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SMEs and public procurement
Trowers Public Insight

SMEs and public procurement

SMEs' access to public contracts has recently been a prominent issue on the public procurement agenda. Following Lord Young's recommended reforms in his 2013 report 'Growing Your Business,' the Cabinet Office has implemented these measures into the draft 2015 Public Procurement Regulations.

In brief, these measures entail:

  • Publicising contracts which have been won by SMEs in order to raise their profile
  • Removing the need for pre-qualification questionnaires
  • Advertising all contracts below the procurement threshold on an online portal to be known as 'Contract Finder'

Despite their grandiose wording, some may argue that the substance of these provisions is minimal.  Regulations 109 and 113 are cause for concern, because they provide that public contracts will still be valid even if contracting authorities fail to materially comply with the measures specifically introduced to assist SMEs. It is not yet clear how these rules will have the intended results when contracting authorities are essentially at liberty to choose how to follow them.

It should be noted that the relaxed rules only affect contracts which are under the procurement threshold of Part 2, and there seems to be an underlying assumption that SMEs are not yet capable of bidding for contracts of higher value. Therefore from one point of view, it may be said that the changes will not really promote SME participation in 'regulated' procurement. Furthermore, larger bidders are able to enter into framework agreements with contracting authorities who can then 'call-off' contracts within the ambit of such agreements without having to advertise these to SMEs, even if the value of these call-off contracts is below the procurement threshold. A cynic might observe that fair treatment of SMEs dictates that SMEs have the opportunity to bid for such contracts, regardless of their chances of succeeding.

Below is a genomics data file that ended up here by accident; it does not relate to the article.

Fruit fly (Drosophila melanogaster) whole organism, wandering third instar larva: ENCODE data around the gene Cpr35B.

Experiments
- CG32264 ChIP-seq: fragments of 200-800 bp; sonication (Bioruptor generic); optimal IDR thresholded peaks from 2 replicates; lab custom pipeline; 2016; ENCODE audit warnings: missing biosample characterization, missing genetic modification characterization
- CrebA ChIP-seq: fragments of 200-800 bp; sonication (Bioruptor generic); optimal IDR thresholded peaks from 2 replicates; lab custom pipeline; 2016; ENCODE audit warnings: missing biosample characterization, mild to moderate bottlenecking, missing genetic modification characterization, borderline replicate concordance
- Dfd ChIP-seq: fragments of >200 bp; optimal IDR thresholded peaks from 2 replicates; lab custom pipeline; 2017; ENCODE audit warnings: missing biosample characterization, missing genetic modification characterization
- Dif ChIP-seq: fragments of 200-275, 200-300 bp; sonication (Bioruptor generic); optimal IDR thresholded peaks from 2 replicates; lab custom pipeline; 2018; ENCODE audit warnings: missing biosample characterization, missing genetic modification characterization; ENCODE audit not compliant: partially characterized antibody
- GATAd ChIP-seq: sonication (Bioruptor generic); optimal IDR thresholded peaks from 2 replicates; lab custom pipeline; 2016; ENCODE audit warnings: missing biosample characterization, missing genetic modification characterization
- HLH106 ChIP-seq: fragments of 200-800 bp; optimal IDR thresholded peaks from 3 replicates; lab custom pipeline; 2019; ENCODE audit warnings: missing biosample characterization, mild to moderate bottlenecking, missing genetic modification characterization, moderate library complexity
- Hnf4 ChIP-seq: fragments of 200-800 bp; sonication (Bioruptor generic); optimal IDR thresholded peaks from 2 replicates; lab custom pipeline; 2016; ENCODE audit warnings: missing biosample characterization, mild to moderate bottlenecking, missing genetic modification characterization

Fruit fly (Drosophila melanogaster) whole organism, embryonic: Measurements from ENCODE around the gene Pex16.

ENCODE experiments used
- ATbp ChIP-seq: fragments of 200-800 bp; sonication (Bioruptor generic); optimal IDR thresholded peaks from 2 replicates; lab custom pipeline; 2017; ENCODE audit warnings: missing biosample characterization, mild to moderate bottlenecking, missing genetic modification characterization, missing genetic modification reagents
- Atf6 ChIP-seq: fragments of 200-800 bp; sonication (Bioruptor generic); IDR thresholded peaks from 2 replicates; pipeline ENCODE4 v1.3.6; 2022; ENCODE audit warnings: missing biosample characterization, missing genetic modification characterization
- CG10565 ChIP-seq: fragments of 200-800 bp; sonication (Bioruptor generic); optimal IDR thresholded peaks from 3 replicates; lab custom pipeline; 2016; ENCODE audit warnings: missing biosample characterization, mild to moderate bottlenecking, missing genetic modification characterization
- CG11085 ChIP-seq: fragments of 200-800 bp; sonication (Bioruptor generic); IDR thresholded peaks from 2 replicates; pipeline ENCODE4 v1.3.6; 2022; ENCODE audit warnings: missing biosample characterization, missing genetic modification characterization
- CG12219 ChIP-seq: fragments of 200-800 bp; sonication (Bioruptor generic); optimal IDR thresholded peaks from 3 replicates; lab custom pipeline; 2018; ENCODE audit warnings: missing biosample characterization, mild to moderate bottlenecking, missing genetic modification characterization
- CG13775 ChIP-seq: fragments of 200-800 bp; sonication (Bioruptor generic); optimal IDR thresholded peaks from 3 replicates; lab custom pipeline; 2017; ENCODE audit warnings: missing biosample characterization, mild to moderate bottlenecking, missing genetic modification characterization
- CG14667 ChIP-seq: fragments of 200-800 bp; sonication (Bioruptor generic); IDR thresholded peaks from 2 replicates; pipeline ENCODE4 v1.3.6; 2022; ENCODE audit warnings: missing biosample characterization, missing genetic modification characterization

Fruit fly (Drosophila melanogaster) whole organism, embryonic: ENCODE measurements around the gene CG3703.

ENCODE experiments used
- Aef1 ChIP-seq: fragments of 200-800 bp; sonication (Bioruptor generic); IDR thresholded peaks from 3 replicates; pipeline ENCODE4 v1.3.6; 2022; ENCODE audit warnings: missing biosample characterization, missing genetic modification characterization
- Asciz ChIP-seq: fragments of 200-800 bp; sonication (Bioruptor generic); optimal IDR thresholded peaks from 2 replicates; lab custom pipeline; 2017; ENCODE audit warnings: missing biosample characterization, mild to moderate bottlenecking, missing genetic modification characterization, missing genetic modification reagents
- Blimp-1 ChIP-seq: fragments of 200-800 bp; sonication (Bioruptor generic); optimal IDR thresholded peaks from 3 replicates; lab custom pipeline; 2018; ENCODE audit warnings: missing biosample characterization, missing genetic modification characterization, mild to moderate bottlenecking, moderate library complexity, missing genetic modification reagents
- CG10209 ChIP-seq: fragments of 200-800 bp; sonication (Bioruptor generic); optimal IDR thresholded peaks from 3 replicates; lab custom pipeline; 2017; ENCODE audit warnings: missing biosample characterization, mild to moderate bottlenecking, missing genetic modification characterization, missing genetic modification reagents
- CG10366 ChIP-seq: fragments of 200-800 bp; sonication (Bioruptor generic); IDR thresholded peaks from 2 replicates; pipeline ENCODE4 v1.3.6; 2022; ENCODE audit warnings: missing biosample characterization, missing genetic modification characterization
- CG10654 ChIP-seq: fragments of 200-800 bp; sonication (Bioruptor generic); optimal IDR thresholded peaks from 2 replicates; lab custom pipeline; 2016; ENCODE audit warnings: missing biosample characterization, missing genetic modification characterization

Subsequently, the Cabinet Office has commenced another public consultation, this time on the Small Business, Enterprise and Employment Bill currently before Parliament. The consultation document again refers to Lord Young and reiterates the importance of providing SMEs with fair access to public procurement.

Under Part 3 of this Bill, the Secretary of State is empowered to 'impose on a contracting authority duties in respect of the exercise of its functions relating to procurement.' This is very broad, and the subsequent sections of this Part discuss in equally broad terms how this power can be exercised to ensure that contracting authorities carry out procurements in a timely and efficient manner. There is also a power for the Secretary of State to make investigations into the procurement functions of contracting authorities. It should be noted that these provisions apply generally to procurement, and not only to below-threshold contracts. It remains to be seen as to whether the Secretary of State will exercise these powers in a way benefitting SMEs.

It is also questionable as to why the EU directive does not include any provisions in respect of SMEs and why the matter has been left to Member States to address, given the extent of their economic contribution - there are 20 million SMEs in the EU, representing 99% of EU businesses.

With a general election fast approaching, it is perhaps not surprising that the Government has for the time being chosen to legislate in an encouraging yet slightly hesitant manner. For the moment however, it seems unlikely that SMEs will draw much concrete comfort from these new provisions.